Tony Spotswood, Chief Executive Officer, said: “I am very proud of all that our staff at RBCH has achieved over the last years. When the CQC visited us in 2014 they found that significant improvements had been made at the Trust since 2013 and it is good to see from their latest report that this progression has continued.

I was also very pleased to see that all services at Christchurch Hospital have been rated as good, with the CQC reporting that our staff was caring and compassionate and treated patients with dignity and respect.” 

The care of children and young people was rated as “outstanding”.

Five services were rated as “good”: critical care; surgery; outpatient and diagnostic services; end of life care and children’s and young people’s services.

Three services were rated “requiring improvement”: urgent and emergency services; medical care and maternity and gynaecology.  

For further details please visit

And a local initiative by a group of doctors to take over 111 calls is looking for feedback. Go to to participate

Waste Bins on Christchurch Quay

We asked Cllr Margaret Phipps to comment on the removal of the waste bins on the Quay. Here's what she said:

This is just a trial.  All those with stalls on the Quay have Licences which include conditions requiring them to remove rubbish arising from their businesses (such as ice cream stalls or burger vans etc.). 

Event organisers are also responsible for removing their own litter and clearing up afterwards. 

We are hoping that both residents and visitors will respect the area and take their litter home and to this end we are just operating this trial for the Easter period as a start.  The situation will be monitored and reviewed. 

 If we find it is not working and much more litter picking is necessary, then of course it may not be cost effective and we may have to replace the bins. 

We asked Councillor Colin Bungey as Leader of the Opposition, to comment.
Contrary to what has been stated in the press that it is to make savings, there will in fact be no savings for Christchurch Council as the money will be used to finance extra litter clearance - which to me seems to contradict the stated reasons for removal! 
I have also been informed that the Council will be footing the cost of removal and also the cost if it is found that they need to be reinstated. It seems to me that DWP are in a win-win situation.  I also have great concerns that the Splash Park, which is heavily used in the open season - particularly by young mothers with toddlers, will have nowhere to place soiled nappies.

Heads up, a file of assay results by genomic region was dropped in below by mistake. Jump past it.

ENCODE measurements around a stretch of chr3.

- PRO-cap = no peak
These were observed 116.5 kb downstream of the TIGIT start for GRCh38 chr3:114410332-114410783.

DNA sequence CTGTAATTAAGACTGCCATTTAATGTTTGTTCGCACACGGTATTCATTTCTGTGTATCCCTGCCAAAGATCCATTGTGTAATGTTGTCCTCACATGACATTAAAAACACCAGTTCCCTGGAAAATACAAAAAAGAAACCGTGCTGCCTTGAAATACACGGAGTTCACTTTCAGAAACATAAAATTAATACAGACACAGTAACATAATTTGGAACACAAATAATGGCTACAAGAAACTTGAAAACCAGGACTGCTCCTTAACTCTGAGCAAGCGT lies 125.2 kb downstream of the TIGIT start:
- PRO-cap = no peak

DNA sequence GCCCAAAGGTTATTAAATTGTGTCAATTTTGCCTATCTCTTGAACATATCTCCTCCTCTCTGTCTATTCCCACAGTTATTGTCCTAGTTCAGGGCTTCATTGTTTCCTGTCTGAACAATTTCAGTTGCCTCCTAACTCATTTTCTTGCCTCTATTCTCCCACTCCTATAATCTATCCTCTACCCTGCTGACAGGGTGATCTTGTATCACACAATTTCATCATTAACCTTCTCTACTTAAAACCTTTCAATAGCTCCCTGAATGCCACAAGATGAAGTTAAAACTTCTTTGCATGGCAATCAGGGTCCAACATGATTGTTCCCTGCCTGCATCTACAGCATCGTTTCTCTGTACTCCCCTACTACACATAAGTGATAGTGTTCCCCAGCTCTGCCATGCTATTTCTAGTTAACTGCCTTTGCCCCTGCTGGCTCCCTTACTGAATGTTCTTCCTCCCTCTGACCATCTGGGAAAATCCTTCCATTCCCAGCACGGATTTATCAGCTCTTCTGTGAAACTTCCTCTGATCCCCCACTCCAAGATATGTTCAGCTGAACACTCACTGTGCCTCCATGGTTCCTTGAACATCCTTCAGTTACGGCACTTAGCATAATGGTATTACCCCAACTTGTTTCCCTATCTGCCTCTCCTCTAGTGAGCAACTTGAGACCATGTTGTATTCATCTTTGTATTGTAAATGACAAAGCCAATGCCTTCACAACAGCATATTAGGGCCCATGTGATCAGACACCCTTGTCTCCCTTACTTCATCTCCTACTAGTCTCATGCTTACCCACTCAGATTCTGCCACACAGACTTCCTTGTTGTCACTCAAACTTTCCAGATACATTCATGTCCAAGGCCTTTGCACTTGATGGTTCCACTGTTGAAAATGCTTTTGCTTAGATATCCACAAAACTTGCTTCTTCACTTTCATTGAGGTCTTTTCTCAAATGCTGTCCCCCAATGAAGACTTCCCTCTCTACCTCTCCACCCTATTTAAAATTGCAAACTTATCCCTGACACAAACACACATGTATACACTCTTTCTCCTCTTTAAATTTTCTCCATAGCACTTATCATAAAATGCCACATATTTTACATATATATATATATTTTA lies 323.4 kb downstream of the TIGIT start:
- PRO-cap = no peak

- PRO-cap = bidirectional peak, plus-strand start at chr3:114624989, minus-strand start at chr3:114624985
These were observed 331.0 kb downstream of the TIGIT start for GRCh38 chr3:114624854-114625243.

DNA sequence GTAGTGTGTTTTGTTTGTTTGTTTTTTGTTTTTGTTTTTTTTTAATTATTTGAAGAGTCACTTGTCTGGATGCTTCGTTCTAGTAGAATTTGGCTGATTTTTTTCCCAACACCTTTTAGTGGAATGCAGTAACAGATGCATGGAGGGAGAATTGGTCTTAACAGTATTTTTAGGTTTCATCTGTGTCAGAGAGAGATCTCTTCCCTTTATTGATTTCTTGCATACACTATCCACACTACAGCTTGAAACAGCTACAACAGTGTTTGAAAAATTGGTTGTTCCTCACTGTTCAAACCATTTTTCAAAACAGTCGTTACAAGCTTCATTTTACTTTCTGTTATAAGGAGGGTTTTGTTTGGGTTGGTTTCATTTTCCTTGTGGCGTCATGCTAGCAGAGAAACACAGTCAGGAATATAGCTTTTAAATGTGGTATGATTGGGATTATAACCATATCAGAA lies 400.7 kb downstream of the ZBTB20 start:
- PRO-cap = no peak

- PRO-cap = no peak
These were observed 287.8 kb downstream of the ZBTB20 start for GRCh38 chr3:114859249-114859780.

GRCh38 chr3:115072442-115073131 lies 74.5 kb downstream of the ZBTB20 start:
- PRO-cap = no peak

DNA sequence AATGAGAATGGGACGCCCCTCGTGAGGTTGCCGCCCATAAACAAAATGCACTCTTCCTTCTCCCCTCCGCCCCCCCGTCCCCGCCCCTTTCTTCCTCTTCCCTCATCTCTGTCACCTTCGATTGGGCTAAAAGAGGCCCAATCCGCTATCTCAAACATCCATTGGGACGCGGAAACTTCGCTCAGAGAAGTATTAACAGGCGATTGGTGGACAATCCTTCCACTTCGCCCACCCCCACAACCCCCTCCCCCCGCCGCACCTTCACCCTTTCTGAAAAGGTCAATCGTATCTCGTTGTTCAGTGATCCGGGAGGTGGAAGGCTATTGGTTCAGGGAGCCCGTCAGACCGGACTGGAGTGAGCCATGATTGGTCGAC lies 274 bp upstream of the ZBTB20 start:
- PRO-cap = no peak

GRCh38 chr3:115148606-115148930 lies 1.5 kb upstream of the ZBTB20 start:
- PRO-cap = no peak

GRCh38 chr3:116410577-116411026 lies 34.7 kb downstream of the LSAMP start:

Allowances to be paid to CBC Councillors 2016-17

How much are we going to pay our Councillors this year? The recommendations of the Independent Remuneration Panel can be summarised as follows: with effect from 1st April, 2016 the Basic Allowance for all CBC Councillors should be set at £4,113, an increase of 1%; in addition “special responsibility” allowances should be paid. For example: Leader of the Council £10,282; Deputy Leader of the Council £8,226; Portfolio Holders £4,113
Is there an argument do you think for cutting the number of Councillors by 60% whilst doubling the allowances?

Local Government Reorganisation

The last month has been a relatively quiet period. We are now awaiting the “high level” financial analysis which was due to appear end-March but April now appears more likely. We have completed our ACRA review team which comprises three retired Christchurch residents who during their working lives worked as: Chief Executive of CBC; Member of National Audit Office specialising in Local Authorities; and a City of London based Director.

During the month DCC popped its head above the parapet and produced a discussion paper for DCC Councillors. Our ACRA review team took a look and Cllr Margaret Phipps was kind enough to forward our comments to DCC who responded very quickly. DCC Leader Cllr Robert Gould also responded: